Circuit Judge James E. Graves | Wikipedia
On August 15, the U.S. Court of Appeals for the Fifth Circuit pointed to a lack of jurisdiction when it dismissed a case in which a man sued after contracting mesothelioma from exposure to asbestos.
The appeals court determined that a lack of jurisdiction wasn’t settled by a Rule 54(b) judgment that came before. Three defendants were already voluntarily dismissed via Rule 41(a), so the case was no longer pending, and no more actions were appropriate.
Frank Williams Jr., now deceased, initially filed the lawsuit against Taylor Seidenbach, Inc., claiming he worked near asbestos during his days at a Louisiana NASA facility.
Williams’ case was removed to the Eastern District of Louisiana, and it was transferred to the Eastern District of Pennsylvania’s multi-district asbestos litigation (MDL). That court ruled there wasn’t enough evidence and gave summary judgment to each of the defendants Williams sued, including Taylor, sending the case back to the Louisiana District court in June 2014.
More than two years later, the plaintiff voluntarily dismissed all four of the defendants; one was dismissed with prejudice, but Williams' estate failed to explain whether the other three were being dismissed with or without prejudice. Still, the plaintiff then made an appeal to the current court, asking it to evaluate the MDL’s summary judgment. The court dismissed it for a lack of jurisdiction.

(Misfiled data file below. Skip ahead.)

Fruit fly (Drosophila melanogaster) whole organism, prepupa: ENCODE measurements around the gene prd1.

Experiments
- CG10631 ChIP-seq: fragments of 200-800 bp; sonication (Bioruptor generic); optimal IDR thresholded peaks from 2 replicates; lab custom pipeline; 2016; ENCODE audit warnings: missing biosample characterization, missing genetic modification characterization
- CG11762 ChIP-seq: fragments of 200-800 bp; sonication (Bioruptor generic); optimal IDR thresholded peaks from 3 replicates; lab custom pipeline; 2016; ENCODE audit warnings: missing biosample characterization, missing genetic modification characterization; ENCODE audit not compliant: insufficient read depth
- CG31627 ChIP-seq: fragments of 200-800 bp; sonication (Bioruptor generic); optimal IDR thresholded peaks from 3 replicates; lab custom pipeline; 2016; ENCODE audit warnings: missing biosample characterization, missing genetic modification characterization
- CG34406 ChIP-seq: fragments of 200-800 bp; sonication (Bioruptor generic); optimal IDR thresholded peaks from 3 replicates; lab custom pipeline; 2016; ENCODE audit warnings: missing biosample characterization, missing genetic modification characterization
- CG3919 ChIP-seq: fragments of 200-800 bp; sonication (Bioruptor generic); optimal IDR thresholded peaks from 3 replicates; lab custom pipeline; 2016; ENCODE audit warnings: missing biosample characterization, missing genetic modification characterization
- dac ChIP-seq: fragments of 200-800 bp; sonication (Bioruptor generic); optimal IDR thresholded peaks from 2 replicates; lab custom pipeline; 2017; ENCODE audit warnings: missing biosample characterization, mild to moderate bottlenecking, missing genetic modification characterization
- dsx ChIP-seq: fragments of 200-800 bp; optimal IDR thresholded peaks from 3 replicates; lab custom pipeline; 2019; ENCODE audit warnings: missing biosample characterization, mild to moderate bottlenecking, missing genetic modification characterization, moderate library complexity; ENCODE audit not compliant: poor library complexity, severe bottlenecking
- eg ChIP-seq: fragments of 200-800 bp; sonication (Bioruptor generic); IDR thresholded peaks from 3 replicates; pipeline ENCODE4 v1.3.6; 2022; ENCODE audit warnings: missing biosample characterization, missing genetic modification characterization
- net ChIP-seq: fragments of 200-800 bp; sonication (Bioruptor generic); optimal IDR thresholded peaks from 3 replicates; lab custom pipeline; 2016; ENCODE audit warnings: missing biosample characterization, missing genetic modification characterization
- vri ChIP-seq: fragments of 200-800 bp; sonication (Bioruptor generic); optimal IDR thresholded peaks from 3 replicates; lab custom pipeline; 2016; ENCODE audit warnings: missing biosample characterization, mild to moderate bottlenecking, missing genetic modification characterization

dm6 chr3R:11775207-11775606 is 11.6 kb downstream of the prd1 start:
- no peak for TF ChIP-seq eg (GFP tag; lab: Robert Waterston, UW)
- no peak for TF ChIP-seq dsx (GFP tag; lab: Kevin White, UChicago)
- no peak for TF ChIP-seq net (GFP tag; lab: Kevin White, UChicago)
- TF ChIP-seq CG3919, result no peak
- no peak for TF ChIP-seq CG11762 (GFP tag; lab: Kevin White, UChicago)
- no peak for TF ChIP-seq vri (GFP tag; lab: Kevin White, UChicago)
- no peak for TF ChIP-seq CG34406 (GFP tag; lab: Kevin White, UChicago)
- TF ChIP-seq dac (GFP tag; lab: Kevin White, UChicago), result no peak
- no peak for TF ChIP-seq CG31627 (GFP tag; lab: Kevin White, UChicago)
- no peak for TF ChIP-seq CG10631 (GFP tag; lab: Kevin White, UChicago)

“We applied the settle rule that ‘appellate jurisdiction over a non-final order cannot be created by dismissing the remaining claims without prejudice,” the court said.
Since the plaintiff didn’t establish a final appealable judgment by filing a Rule 45(b) certification with the court, the appeals court determined the without-prejudice dismissal wasn’t a final one, and it didn’t create appellate jurisdiction.
The plaintiff went back to the lower court and said the defendants that were previously dismissed without prejudice should be dismissed with prejudice. The district court agreed to dismiss the case with prejudice, but only “to the extent any claims might still exist and are not time barred,” said the court. That’s when the appeal was filed.
Circuit Judge Stuart Kyle Duncan wrote the opinion. Circuit Judge James E. Graves concurred.
Circuit Judge Catharina Haynes concurred in her own opinion. She said the precedent is a little murky “at best,” but at worst it simply doesn’t make any sense. She wrote, “I understand the basic underpinning of the original rule: We do not want parties to circumvent the rules that limit interlocutory appeals by ‘creating’ finality where there is none.” But she added that ruling a voluntary dismissal without prejudice as inconclusive is a bit shady as it is.